Mental health disabilities can affect workers' judgment, ability to cooperate, and perceptions of others, all of which will likely interfere in the accommodation process. In this session, a mental health expert together with experienced labour lawyers will provide practical guidance for dealing with situations in which the employee in need of accommodation seems to be either unwilling or unable to participate in the accommodation process. Specific issues to be addressed include the following:
- When faced with a "difficult employee," should employers adopt a supportive or rehabilitative approach? Must employers always inquire as to whether disruptive workplace behaviours are related to a mental health disability before applying progressive discipline?
- Can difficult people change if given a chance? Does the answer depend on whether the difficult behaviour is the result of a common mental health disability, a personality disorder, or simply a "bad attitude"?
- Why might employees react defensively to suggestions that they may require accommodation due to a mental health disability? What, if anything, can be done to minimize the possibility of such a reaction? What course should be followed if an employee does not acknowledge a disability?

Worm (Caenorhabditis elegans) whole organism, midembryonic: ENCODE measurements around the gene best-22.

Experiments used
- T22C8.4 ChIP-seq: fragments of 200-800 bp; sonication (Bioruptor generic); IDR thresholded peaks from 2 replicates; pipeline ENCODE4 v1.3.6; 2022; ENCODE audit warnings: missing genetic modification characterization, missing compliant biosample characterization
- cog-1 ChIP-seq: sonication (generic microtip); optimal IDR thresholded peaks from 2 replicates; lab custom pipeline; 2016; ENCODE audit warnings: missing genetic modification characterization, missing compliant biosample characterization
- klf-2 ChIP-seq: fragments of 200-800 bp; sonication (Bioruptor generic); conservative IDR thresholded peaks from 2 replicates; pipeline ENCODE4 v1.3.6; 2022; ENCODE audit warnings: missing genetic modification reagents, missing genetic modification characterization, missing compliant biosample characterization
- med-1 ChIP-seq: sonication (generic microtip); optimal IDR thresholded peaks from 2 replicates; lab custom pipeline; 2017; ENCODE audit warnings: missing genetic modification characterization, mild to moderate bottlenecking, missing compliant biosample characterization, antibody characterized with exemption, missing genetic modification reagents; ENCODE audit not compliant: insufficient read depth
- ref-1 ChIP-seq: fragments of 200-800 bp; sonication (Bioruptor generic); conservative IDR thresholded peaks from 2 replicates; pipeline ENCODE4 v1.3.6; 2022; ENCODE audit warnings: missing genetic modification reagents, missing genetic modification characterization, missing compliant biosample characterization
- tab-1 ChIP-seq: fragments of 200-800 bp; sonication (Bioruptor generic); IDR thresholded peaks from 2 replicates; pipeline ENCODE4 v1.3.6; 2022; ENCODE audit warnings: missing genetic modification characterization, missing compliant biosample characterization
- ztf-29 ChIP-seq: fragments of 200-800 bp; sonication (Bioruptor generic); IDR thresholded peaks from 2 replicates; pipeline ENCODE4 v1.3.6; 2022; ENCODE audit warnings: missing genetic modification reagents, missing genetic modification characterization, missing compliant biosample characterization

- Do employers or unions dealing with workers in fragile emotional states have a duty to act with greater sensitivity than would normally be necessary?
- Are employees with certain mental health disabilities more likely than others to behave in ways that disrupt the accommodation process? In what ways have adjudicators recognized that a mental illness may interfere with an employee's ability to fully meet their obligations in the accommodation process?
- What, if anything, can employers and unions do to overcome an employee's reluctance or refusal to cooperate in the accommodation process? What steps must employers take in order to fulfill the duty to accommodate? What steps must unions take to meet their duty of fair representation?
- What should be done if it appears that, as a result of a mental health disability, an employee is unable to make rational decisions in their own interest? Is there a role in the accommodation process for the employee's family members or for some other (non-union) representative or support person?
- At what point will an employee's lack of cooperation or other "difficult behaviour" during the accommodation process bring the employer's duty to accommodate to an end?